4. I couldn’t disagree with you more on all your points.

    Ha, just wanted to make sure that you’re paying attention and that you don’t “find yourself on the side of the majority”.

    There comes a time when you’ve refined your thoughts extensively and have attracted a very specific audience that it may seem that your ideas are on par with the majority, but that can be deceptive as I’m sure that at least 90% of people aren’t in tune with your thinking yet.

    However, I like how you still remind yourself to push the boundaries. It prevents you from becoming complacent.

    • Let’s disagree to agree.

      …or something like that :-P

      But yeah, you’re right about the specific audience. I’m hoping it doesn’t become so specific though that all the constructive critics are weeded out!

  5. Again, this is something I need to work on myself. I try my best to be as honest as possible in my day to day dealings with people but sometimes I’m still self-conscious of things ( then again, who isn’t from time to time? )

    However, I’ve noticed over the past year I’ve just being giving less of fuck on many things that once made me self-conscious. Maybe it could be the whole Toastmasters experience rubbing off on me as I’ve given some rather personal and honest speeches in my relatively short time there. If that’s the case, then one my aims when I joined is being accomplished! :D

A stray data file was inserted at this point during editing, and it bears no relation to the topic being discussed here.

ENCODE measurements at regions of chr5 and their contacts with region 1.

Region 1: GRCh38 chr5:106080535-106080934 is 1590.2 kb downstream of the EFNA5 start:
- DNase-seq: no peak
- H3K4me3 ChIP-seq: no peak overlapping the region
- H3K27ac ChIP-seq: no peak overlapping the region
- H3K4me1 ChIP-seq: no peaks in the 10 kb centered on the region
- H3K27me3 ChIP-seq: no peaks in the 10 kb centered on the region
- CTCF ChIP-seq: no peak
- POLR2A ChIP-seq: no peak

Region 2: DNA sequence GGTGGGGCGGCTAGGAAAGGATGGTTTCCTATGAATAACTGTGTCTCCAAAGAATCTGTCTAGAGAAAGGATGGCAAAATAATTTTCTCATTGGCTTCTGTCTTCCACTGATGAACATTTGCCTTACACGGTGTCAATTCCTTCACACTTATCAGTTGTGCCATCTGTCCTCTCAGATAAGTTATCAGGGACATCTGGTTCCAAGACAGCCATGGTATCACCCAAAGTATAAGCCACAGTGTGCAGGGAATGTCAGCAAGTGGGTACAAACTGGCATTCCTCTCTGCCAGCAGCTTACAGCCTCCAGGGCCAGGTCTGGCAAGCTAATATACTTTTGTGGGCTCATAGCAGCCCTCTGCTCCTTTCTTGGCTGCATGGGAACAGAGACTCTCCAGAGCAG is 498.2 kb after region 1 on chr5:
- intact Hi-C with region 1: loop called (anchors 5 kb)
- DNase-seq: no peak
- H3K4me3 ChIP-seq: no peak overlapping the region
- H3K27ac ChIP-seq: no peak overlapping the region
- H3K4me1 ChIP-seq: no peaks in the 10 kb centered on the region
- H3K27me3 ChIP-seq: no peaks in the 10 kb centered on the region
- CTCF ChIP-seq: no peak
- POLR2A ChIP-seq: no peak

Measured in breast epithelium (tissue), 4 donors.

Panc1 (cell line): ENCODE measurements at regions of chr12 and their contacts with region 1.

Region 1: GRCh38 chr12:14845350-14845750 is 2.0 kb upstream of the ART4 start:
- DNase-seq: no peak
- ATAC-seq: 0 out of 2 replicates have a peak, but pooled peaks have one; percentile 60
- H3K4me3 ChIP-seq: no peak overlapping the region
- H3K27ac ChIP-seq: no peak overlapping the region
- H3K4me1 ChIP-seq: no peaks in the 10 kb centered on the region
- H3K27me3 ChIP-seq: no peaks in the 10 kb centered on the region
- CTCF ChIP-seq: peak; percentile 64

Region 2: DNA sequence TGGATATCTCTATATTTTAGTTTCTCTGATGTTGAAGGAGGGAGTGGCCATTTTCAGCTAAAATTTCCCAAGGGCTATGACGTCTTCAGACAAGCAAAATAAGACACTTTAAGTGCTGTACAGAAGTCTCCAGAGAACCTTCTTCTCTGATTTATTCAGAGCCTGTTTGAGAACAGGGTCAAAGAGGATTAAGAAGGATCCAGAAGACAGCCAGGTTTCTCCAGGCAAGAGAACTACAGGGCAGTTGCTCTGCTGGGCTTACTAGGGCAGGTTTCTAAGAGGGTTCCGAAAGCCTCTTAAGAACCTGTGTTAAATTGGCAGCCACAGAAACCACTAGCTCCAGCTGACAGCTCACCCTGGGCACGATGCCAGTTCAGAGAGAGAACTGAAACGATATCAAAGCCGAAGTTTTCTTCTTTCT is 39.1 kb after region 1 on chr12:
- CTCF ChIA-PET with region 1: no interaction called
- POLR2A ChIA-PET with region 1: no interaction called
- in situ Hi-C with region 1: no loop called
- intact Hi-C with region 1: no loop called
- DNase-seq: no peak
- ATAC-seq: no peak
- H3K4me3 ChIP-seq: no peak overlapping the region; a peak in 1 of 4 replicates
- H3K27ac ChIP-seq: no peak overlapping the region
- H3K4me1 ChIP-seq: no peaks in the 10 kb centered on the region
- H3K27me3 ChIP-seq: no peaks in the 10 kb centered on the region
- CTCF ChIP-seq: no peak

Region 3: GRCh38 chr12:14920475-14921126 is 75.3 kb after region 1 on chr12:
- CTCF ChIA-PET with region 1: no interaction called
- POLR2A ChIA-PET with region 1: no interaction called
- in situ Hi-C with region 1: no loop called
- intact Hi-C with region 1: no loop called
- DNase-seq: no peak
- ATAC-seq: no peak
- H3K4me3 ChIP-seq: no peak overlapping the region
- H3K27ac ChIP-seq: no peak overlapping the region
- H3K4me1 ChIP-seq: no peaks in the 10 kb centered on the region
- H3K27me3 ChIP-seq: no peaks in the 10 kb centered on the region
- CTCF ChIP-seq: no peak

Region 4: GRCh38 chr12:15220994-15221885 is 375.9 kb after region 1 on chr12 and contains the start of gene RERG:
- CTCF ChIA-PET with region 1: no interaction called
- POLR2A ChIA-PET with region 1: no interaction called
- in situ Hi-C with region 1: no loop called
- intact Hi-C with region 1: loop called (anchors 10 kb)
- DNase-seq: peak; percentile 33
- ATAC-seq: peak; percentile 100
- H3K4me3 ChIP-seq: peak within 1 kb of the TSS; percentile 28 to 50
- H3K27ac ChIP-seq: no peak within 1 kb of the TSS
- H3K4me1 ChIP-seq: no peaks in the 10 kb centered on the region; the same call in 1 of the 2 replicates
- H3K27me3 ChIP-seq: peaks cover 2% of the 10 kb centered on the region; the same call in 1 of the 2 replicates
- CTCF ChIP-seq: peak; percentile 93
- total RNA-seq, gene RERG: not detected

On the topic of blogging, I do have experience with it from before I started my current blog. It’s actually one of my elephants in the room. Maybe I should write a post about it.

  6. Hi Niall,I think you underestimate the Jesuit university that you mention in #5. Incest, masturbation and flirting are all topics I think this Jesuit university would welcome knowledgeable and educational debate on. It makes me wonder if you ever really knew this place. You surely would have encountered disagreement on some of your opinions, but I don’t think you’re looking for everyone to agree with you anyway and neither is a university. One of the ways you really dissect a topic is to debate its merits and its pitfalls. One question you might ask yourself, why were you not brave enough to test the waters when you were here? Were you afraid of being rejected? Now, that you’re living on the road and not tied to one place. Is it easier to express your opinions because you don’t have to stick around to take in the full aftermath or awkward conversations that might ensue following a real dissection of your opinions or topics of debate.